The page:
Medical Research

Of the inborn disorders that affect intellectual capacity, Down syndrome is the most prevalent and best studied. Down syndrome is a term used to encompass a number of genetic disorders of which trisomy 21 is the most frequent (95% of cases). Discovered by the Parisian physician Jerome Lejeune in 1959, Trisomy 21 is the existence of the third copy of the chromosome 21 in cells throughout the body of the affected person. Other Down syndrome disorders are based on the duplication of the same subset of genes (e.g., various translocations of chromosome 21). Depending on the actual etiology, the degree of impairment may range from mild to severe. In rare cases trisomy 21 is present in some cell lines but not all, due to an anomalous early cell division in the zygote. There is evidence that this variant, called mosaic Down syndrome, may produce less developmental delay, on average, than full trisomy 21.

Trisomy 21 results in over-expression of genes located on chromosome 21. One of these is the super oxide dismutase gene. Some (but not all) studies have shown that the activity of the super oxide dismutase enzyme (SOD) is elevated in Down syndrome. SOD converts oxygen radicals to hydrogen peroxide and water. Oxygen radicals produced in cells can be damaging to cellular structures, hence the important role of SOD. However, the hypothesis says that once SOD activity increases disproportionately to enzymes responsible for removal of hydrogen peroxide (e.g., glutathione peroxidase), the cells will suffer from a peroxide damage. Some scientists believe that the treatment of Down syndrome neurons with free radical scavengers can substantially prevent neuronal degeneration. Oxidative damage to neurons results in rapid brain aging similar to that of Alzheimer's disease.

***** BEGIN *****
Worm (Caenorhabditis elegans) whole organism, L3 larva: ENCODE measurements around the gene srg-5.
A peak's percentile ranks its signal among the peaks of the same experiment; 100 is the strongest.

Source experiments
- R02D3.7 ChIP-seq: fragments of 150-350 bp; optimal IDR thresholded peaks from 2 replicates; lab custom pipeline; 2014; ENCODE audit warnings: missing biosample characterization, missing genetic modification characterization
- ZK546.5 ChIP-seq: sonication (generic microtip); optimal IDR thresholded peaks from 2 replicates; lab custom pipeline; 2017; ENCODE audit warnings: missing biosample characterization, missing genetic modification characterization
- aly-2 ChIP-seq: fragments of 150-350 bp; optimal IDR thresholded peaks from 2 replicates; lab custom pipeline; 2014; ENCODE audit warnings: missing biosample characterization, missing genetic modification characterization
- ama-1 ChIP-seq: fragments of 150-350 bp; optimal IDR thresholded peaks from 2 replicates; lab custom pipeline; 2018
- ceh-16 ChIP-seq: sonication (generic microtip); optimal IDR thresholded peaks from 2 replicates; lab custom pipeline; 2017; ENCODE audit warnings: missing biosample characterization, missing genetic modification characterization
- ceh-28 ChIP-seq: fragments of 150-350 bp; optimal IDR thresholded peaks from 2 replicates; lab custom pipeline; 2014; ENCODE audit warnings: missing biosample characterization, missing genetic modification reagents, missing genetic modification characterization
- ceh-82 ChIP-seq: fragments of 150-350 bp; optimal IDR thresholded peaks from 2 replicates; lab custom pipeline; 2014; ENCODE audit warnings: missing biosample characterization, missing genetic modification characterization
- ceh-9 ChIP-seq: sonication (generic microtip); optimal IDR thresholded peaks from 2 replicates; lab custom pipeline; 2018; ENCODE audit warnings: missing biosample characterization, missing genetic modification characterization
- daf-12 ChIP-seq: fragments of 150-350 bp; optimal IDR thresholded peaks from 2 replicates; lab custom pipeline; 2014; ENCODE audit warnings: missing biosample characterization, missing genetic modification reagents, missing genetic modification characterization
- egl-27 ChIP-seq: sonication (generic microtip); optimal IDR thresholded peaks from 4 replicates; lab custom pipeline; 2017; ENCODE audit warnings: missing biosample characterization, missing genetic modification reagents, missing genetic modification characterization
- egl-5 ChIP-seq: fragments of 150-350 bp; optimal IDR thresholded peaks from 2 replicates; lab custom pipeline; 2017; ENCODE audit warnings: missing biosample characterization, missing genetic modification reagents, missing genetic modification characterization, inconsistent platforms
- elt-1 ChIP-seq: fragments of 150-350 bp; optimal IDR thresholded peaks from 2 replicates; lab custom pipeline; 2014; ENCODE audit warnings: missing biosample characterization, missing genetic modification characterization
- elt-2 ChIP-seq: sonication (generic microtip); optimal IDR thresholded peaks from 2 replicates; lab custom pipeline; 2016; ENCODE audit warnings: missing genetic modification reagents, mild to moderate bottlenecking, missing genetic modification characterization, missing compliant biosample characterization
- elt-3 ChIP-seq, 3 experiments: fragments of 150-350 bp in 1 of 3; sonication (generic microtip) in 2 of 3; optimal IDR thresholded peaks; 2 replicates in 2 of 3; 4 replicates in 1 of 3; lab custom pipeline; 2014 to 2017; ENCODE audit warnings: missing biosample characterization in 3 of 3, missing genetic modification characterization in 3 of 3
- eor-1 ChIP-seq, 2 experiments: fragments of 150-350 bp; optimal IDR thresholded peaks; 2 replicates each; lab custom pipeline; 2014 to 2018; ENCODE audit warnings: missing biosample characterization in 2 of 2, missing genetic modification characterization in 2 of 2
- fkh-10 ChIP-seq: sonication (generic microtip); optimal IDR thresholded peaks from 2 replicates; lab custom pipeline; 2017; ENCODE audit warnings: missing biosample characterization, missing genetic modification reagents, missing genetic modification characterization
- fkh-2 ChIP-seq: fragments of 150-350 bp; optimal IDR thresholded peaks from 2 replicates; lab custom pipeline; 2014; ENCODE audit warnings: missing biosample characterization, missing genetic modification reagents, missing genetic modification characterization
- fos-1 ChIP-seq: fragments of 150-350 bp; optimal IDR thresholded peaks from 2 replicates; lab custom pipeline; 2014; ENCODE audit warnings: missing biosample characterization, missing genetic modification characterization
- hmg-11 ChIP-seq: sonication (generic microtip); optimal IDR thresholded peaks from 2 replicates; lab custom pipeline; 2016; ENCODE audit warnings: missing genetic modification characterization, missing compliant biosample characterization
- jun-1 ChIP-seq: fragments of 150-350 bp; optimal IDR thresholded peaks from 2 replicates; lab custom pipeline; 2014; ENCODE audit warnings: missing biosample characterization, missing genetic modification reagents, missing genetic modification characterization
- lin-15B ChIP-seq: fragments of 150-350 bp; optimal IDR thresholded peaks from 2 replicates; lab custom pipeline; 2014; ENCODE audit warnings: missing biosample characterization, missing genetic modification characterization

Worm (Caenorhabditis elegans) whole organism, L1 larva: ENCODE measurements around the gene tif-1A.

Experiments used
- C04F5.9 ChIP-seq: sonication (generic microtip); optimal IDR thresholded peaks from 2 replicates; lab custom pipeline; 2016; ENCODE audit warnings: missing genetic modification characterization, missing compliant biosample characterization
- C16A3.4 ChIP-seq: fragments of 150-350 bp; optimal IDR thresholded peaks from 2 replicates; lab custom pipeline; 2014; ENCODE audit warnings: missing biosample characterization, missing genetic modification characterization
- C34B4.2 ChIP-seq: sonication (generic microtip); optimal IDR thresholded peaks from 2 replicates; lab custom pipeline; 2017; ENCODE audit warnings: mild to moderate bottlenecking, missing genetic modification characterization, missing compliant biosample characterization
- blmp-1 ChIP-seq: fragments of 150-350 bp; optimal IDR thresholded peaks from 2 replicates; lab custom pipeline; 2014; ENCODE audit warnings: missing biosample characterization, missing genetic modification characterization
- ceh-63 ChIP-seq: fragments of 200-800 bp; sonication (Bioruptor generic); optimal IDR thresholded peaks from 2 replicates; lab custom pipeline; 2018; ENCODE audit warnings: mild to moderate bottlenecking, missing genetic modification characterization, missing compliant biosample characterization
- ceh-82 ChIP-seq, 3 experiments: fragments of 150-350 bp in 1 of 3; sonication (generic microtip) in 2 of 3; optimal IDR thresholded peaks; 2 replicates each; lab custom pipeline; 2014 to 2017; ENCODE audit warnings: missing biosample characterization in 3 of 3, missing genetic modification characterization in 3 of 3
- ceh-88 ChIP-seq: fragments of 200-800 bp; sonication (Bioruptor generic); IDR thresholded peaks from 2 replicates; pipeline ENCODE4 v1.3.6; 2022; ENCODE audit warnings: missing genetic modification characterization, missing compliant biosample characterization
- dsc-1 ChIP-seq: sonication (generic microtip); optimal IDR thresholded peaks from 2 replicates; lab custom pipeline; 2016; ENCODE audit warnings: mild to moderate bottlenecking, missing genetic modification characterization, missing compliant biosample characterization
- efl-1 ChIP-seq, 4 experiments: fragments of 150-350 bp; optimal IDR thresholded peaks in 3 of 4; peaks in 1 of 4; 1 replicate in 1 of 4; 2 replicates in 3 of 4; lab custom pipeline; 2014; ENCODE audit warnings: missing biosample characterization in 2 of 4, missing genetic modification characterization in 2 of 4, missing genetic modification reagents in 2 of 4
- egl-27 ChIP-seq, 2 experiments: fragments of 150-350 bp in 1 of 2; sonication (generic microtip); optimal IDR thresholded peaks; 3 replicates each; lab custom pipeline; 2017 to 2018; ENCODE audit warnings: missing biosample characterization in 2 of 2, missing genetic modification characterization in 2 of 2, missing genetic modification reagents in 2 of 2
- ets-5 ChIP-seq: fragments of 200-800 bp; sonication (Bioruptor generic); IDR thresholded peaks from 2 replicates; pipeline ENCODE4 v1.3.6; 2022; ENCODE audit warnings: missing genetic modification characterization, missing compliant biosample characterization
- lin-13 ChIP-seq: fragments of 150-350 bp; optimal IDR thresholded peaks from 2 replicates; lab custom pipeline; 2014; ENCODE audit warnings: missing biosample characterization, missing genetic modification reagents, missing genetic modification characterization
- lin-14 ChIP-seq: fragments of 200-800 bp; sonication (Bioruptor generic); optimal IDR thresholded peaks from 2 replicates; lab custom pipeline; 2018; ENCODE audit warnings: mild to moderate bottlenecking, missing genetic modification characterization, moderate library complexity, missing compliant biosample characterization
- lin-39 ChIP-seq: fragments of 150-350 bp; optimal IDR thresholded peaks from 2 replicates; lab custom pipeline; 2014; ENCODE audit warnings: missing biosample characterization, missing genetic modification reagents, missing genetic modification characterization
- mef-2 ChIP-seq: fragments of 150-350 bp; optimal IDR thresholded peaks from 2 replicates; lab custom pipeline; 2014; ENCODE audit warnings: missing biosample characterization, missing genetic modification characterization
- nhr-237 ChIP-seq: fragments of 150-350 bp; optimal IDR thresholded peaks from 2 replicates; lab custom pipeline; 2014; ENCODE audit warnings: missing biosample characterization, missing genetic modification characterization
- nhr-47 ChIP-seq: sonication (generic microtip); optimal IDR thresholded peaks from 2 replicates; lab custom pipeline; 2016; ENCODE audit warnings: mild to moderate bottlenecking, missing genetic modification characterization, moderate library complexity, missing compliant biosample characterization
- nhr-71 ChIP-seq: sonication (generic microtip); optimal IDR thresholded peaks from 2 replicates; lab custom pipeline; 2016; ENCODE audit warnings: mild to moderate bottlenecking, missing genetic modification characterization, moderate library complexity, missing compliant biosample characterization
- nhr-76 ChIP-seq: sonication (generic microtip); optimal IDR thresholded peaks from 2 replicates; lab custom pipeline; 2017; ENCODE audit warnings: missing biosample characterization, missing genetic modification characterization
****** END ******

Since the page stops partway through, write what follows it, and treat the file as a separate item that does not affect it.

Another chromosome 21 gene that might predispose Down syndrome individuals to develop Alzheimer's pathology is the gene that encodes the precursor of the amyloid protein. Neurofibrillary tangles and amyloid plaques are commonly found in both Down syndrome and Alzheimer's individuals. Layer II of the entorhinal cortex and the subiculum, both critical for memory consolidation, are among the first affected by the damage. A gradual decrease in the number of nerve cells throughout the cortex follows. A few years ago, Johns Hopkins scientists created a genetically engineered mouse called Ts65Dn (segmental trisomy 16 mouse) as an excellent model for studying the Down syndrome. Ts65Dn mouse has genes on chromosomes 16 that are very similar to the human chromosome 21 genes. With this animal model, the exact causes of Down syndrome neurological symptoms may soon be elucidated. Naturally, Ts65Dn research is also likely to highly benefit Alzheimer's research.

While there are a number of commercially promoted dietary supplements on the market, especially in the USA, mainly involving various combinations of vitamins and minerals, none of these have been medically approved for use in the UK for the mass treatment of people with Down syndrome and none appear to lead to any proven lasting benefits. All remain highly controversial.

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